Wednesday 6 February 2013

Oil Catch Can

An Oil Catch Can Tank is a simple device that benefits countless types of vehicles whether they are boosted with turbo or supercharger and normally aspirated vehicles can benefit as well.

To explain it simply, an oil catch can tank is a reservoir, or filter for pipework or PCV (Positive Crankcase Ventilation)  coming from the valve covers. There is also a Breather line associated with the PCV line. Both lines function together for the PCV emission system to work. When one side is positive pressure, the other side is negative pressure.

So why does somebody need an Oil Catch Can Tank ? The reason is, that the valve rings do not create a perfect seal. If they did the pistons would not be able to move up and down. Because there is a tiny gap between the cylinders and the pistons, a little bit of pressure is able to escape into the valve cover area. At the same time burnt oils are also escaping into the valve cover area. This is called "blow by". This stuff is nasty and does enter the valve cover area and will escape into the PCV line and Breather. The PCV line will recycle these burnt solids back into your manifold which will increase the level of carbon solids, and reduce your octane levels. For a boosted setup with turbo and supercharger, the Breather line will recirculate some of these oils into the intake which will go into the intercooler. Of course, the intercooler works best when the interior surfaces are nice and clean. When the breather line returns any fumes with oils into the intake, this will start to coat the inside of the intercooler with oil, and reduce the heat exchange efficiencies.

So, the simplest solution is to insert an oil catch tank can into each line, this gives these heavy oil solids a place to enter and pool. There are many shapes and sizes, and even different configurations which are closed-loop, and open loop.

If you search the Internet, repository of much good and some terrible information. You will find that there are many differing opinions on forums about open and closed systems. Additionally there are quite a few opinions on if catch cans do anything at all! The way I see it is that they can't hurt the system and indeed, if the can does actually 'catch' some oil then it will have proved it's worth. 

The biggest problem for fitting a catch can was finding a location for it, many R33 owners tend to place it by or indeed, on the fuse box cover. I have also seen Spec one engine bays, with it fitted at the right hand rear, although this only works if you don't have ABS fitted as standard (I do). So what to do? In my case I decided to 'lose' the carbon filter and opt to vent the fuel tank to atmosphere (Why make things easy?).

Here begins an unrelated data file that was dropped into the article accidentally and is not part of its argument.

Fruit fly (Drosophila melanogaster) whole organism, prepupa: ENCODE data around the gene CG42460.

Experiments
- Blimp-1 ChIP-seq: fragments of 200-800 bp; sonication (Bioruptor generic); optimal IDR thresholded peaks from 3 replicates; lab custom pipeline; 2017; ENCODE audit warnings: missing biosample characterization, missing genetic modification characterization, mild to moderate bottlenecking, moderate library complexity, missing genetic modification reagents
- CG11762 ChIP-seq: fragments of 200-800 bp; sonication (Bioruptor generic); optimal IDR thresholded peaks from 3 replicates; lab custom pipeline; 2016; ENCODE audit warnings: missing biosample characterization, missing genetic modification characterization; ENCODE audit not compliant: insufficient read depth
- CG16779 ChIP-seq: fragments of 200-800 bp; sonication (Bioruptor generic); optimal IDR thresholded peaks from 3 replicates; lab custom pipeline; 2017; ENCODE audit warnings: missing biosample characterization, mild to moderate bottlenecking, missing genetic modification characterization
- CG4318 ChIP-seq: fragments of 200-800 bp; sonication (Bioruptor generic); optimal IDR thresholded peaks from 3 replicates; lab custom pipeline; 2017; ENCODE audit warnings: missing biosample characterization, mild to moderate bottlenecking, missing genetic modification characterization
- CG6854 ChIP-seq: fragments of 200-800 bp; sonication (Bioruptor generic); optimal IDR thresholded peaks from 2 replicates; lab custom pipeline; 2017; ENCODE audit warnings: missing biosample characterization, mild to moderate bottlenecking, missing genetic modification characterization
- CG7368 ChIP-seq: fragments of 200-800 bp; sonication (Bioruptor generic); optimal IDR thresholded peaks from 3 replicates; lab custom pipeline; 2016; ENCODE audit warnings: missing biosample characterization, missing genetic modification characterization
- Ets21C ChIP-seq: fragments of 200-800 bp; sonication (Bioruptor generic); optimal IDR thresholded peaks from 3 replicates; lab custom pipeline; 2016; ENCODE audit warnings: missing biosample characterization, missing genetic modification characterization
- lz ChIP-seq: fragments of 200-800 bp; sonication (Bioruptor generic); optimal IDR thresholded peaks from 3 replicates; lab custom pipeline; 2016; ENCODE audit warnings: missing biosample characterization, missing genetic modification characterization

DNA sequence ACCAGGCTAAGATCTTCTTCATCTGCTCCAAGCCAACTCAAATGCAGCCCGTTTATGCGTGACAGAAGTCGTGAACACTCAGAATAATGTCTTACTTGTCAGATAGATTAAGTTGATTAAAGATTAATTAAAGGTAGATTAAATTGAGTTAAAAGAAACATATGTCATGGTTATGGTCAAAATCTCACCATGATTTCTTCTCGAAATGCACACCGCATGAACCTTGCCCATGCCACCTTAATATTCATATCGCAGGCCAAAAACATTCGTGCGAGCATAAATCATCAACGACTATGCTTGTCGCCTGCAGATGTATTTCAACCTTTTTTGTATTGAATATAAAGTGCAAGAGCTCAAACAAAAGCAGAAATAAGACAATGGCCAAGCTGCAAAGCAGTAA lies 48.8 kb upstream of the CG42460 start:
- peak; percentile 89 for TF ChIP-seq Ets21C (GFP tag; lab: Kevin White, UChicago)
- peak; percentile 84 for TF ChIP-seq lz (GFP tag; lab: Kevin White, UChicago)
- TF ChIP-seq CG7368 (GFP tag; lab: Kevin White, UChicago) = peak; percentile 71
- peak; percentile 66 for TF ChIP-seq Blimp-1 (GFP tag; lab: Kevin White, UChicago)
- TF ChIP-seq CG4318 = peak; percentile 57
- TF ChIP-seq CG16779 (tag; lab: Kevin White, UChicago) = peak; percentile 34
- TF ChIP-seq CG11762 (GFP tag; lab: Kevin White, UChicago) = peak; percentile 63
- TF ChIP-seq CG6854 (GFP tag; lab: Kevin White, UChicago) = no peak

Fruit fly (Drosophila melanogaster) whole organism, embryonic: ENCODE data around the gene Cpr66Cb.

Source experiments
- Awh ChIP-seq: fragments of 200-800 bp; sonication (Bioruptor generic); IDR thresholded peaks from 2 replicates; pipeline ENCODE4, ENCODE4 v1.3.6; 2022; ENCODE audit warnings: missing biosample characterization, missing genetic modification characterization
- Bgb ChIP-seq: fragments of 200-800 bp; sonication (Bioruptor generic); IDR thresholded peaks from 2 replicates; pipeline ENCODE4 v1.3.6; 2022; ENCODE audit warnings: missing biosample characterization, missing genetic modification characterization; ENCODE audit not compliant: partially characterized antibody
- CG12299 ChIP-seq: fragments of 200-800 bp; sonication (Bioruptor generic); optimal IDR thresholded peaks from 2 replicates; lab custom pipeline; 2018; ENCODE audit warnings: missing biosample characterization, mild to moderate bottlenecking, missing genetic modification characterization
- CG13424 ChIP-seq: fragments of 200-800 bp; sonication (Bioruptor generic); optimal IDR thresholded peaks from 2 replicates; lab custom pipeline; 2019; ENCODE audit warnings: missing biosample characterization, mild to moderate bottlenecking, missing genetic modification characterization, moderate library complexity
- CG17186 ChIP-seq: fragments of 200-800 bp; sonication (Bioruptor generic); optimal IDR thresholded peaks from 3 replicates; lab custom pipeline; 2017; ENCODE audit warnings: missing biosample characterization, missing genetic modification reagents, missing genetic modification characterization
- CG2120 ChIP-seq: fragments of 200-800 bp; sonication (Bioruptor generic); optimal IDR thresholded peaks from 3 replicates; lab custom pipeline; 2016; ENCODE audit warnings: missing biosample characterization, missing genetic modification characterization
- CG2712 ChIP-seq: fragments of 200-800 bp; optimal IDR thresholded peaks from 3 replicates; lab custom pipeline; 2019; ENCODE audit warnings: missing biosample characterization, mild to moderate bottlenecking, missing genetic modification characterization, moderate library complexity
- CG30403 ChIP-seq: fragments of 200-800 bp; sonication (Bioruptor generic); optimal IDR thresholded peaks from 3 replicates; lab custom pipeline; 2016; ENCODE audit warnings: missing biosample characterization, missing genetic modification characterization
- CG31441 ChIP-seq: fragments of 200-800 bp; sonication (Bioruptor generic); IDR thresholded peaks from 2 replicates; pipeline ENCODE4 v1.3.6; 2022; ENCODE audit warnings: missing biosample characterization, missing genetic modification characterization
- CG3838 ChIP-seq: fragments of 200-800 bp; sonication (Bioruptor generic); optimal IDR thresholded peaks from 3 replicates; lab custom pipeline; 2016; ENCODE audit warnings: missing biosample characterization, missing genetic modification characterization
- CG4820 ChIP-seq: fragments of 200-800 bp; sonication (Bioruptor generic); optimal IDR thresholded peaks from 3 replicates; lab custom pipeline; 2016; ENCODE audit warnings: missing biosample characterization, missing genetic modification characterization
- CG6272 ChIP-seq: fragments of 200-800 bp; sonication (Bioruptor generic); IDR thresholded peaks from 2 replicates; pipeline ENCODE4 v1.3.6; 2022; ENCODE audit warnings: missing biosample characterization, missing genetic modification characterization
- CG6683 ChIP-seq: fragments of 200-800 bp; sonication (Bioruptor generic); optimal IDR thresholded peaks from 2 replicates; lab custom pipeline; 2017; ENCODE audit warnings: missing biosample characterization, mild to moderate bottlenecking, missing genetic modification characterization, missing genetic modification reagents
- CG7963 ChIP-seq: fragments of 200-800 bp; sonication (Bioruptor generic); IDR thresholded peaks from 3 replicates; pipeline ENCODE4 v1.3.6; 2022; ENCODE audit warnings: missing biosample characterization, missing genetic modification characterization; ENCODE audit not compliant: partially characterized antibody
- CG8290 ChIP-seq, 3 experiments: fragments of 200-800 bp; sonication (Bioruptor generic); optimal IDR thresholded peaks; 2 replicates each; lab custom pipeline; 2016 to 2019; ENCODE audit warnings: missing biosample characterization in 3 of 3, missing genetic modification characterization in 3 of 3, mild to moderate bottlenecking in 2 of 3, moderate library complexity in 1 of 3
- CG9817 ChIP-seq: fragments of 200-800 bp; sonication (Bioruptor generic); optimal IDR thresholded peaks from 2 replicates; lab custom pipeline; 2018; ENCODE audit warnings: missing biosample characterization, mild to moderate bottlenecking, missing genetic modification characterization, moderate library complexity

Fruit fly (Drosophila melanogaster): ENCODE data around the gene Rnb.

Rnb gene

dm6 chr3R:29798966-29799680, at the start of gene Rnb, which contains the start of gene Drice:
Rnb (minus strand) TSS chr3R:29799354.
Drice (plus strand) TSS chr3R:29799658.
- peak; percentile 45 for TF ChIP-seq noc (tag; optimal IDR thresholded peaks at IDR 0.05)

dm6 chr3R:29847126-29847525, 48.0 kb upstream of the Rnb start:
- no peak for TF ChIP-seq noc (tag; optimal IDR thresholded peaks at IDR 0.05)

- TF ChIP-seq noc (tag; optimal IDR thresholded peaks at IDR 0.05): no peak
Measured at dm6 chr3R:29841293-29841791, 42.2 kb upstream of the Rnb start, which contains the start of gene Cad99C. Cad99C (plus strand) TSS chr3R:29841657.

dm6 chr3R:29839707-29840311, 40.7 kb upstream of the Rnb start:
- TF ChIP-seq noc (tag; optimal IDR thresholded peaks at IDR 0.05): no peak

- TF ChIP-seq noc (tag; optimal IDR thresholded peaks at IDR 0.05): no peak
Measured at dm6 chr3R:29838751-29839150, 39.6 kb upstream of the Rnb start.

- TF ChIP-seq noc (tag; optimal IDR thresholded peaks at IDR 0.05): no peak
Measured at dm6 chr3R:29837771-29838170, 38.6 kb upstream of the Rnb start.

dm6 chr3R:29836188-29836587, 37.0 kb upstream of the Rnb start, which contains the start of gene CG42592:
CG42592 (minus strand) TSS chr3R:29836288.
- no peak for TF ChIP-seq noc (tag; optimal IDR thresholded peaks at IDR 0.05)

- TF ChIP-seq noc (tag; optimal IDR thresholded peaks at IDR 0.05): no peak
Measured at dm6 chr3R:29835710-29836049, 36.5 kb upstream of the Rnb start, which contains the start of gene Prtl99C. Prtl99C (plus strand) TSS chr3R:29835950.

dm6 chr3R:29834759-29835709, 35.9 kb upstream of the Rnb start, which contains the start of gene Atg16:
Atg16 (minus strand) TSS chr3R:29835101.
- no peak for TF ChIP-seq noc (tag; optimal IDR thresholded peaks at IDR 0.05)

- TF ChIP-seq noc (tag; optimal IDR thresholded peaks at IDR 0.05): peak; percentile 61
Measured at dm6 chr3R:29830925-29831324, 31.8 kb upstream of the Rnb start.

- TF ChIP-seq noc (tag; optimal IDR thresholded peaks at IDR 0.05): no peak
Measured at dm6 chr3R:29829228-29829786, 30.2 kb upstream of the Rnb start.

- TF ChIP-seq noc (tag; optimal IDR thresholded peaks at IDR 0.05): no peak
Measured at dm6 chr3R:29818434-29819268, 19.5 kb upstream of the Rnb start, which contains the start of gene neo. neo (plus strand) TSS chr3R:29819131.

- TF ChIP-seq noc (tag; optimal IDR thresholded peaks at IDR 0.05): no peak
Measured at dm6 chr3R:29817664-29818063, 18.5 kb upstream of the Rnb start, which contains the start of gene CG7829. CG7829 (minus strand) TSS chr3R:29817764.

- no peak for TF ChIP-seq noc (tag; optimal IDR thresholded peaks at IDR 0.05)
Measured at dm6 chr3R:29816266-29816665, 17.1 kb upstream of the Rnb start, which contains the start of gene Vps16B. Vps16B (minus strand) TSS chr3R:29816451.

Carbon Filter Removal.

Looking at the filter in situ there are two hard pipes that wind their way towards it, these then connect to rubber pipes etc. that attach to the carbon canister. Put simply, the canister has an entry (the top) and exit (the bottom) the exit winds it's way out through the bulkhead. So simply disconnect the carbon canister, remove it from its bracket and place to one side. The two hard lines that are left need to be connected together again and joined to the 'T' piece that vents to atmosphere. As you have to cut the hard pipe to get a decent looking job, the hardest part is actually 'thinking' about what your doing! 
You have to remove the upper hard pipes from the Inlet Manifold and the throttle body. Blanking them off or plugging the pipe with a screw (if your a savage).  

Catch Can fitment. 

The (now free) Carbon Canister bracket was the ideal solution on to how to fit the catch can and I decided that a small round can would squeeze into the newly created hole in the engine bay nicely. 
Catch tank and bits
I have included a picture of a round catch can, so you can see what you actually get in the box. Be careful to order one with 15mm pipe fittings (AN-10) as a few (like the one pictured) are sold with only 9mm fittings. In the pack you also get a set of clips, a bracket with two screws and a length of pipe. 
Why they include a length of pipe, I don't know, as it's the first thing to go into the bin. The bracket is a little suspect as well, but it can be modified for our purpose. The clips would be kept as spares as I use braided hose. The catch cans come with two sets of tapped holes in its body. This means that you do have some adjustment in how it is mounted (in the picture you can just about see two holes in its 'side'), you also have some adjustment in it's lid (as it's round). 

As mentioned, there was some modification to the small black bracket supplied with the can. Basically it just needed the L shape chopping off and the now defunct carbon canisters bracket simply needed a hole drilling in it. The can was then secured to the bracket and a stainless steel clip placed around its body (although it probably didn't need this). 

Breather pipework

Why do I use braided hose? It's a bloody pain to use (quite literally) but what price vanity? As mentioned use AN-10 pipe you will also need two AN-10 finishers (20mm for braided) for the catch can. For the actual Crankcase outlets you will need a size up on finisher as you will not be able to get an AN-10 over the pipe! In fact this was a bit of a 'oh' problem for me and I ended up using the original fittings of 24mm. The pipework is reasonably simple, you just insert the can in between the original breather hose exit. So pipe from crankcase to can, from can to breather (An open system). 

Catch can fitted

AN-10 Hose finishers (20 mm ID)
As you can see it all fits, just. If nothing else it was an interesting and possibly fiddly job to do. 

1 comment:

  1. You are such a petrol head!



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